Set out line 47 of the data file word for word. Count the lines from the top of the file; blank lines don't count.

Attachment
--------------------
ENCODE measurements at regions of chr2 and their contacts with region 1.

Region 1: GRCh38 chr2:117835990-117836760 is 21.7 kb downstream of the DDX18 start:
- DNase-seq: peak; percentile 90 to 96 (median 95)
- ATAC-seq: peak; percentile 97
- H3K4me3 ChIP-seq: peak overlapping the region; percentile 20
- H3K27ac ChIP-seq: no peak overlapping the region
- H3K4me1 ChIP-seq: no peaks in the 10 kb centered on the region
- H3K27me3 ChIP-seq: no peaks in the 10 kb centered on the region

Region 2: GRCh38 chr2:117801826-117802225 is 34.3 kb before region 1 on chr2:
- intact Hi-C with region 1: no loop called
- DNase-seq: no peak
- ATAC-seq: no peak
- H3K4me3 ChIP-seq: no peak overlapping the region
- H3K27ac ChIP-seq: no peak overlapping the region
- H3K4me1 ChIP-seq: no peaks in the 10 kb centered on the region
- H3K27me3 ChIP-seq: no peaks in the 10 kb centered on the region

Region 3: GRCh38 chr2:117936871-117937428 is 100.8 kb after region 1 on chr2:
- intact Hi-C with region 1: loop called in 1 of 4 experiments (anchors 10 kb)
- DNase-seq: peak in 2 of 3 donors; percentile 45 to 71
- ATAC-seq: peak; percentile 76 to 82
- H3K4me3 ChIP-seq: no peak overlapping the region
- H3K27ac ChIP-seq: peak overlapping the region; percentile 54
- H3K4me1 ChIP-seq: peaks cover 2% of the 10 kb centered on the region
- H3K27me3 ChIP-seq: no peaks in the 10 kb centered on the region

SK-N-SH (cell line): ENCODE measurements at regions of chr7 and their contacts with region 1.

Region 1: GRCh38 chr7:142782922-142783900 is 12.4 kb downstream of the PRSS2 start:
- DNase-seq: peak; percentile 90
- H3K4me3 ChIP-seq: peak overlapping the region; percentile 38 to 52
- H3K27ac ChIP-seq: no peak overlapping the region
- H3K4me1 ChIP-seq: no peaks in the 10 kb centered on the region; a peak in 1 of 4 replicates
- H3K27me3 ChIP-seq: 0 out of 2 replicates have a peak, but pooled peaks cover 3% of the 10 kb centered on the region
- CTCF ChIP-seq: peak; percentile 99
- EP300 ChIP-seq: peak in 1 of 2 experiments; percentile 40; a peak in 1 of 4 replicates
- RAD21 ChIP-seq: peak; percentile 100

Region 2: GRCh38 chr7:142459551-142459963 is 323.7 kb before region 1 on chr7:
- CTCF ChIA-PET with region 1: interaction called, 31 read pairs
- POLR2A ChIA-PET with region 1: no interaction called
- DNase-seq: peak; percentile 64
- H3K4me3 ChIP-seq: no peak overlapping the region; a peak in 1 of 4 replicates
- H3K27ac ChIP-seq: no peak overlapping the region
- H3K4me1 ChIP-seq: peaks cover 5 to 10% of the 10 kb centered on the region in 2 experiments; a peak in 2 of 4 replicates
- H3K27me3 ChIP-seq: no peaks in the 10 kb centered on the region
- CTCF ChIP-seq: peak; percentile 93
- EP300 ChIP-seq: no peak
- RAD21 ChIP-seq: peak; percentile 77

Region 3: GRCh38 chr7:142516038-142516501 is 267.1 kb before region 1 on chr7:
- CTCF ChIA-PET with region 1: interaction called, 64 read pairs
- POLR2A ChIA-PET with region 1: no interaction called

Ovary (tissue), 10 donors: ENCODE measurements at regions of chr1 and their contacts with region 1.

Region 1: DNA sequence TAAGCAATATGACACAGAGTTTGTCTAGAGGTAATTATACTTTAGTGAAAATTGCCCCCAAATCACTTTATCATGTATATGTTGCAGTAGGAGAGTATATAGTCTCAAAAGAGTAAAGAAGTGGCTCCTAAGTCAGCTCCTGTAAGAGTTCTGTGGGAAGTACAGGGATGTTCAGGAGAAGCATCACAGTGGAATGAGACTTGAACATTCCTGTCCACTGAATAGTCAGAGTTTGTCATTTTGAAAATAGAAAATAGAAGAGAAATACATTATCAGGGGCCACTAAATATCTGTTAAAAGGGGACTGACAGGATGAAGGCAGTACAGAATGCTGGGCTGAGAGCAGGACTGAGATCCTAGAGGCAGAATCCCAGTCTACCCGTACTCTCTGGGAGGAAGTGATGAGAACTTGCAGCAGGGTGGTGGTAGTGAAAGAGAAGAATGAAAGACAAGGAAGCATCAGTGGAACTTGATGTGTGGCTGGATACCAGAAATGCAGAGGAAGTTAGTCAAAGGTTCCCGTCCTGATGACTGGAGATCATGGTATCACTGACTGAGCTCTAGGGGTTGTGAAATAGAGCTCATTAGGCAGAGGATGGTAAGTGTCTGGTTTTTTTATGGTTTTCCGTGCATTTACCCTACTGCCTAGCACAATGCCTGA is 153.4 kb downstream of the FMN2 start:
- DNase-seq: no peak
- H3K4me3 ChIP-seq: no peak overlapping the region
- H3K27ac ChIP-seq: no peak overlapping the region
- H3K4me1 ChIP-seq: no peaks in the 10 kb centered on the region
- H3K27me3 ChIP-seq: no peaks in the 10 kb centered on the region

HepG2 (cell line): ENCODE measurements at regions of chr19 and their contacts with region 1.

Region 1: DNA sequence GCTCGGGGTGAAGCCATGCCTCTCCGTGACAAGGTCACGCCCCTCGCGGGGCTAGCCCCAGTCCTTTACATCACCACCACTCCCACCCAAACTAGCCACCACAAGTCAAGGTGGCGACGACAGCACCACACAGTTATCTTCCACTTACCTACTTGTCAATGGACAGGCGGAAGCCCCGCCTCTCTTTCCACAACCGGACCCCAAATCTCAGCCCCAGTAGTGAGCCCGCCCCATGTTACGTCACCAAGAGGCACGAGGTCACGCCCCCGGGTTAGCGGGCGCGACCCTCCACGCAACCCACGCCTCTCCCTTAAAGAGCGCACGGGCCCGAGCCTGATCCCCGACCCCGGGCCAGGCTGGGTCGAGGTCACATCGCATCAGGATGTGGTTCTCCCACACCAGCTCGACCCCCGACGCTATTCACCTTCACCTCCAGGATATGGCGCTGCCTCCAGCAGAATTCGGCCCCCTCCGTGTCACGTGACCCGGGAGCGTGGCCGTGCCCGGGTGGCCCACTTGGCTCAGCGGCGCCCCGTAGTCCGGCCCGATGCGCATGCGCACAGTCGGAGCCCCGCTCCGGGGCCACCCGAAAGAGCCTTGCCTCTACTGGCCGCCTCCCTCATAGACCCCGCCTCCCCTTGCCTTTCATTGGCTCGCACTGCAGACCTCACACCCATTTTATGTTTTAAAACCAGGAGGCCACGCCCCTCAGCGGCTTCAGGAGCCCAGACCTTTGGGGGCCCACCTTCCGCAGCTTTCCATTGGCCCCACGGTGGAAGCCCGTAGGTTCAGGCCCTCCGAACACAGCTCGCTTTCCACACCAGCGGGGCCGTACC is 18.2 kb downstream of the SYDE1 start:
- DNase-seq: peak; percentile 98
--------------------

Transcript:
- CTCF ChIA-PET with region 1: interaction called, 64 read pairs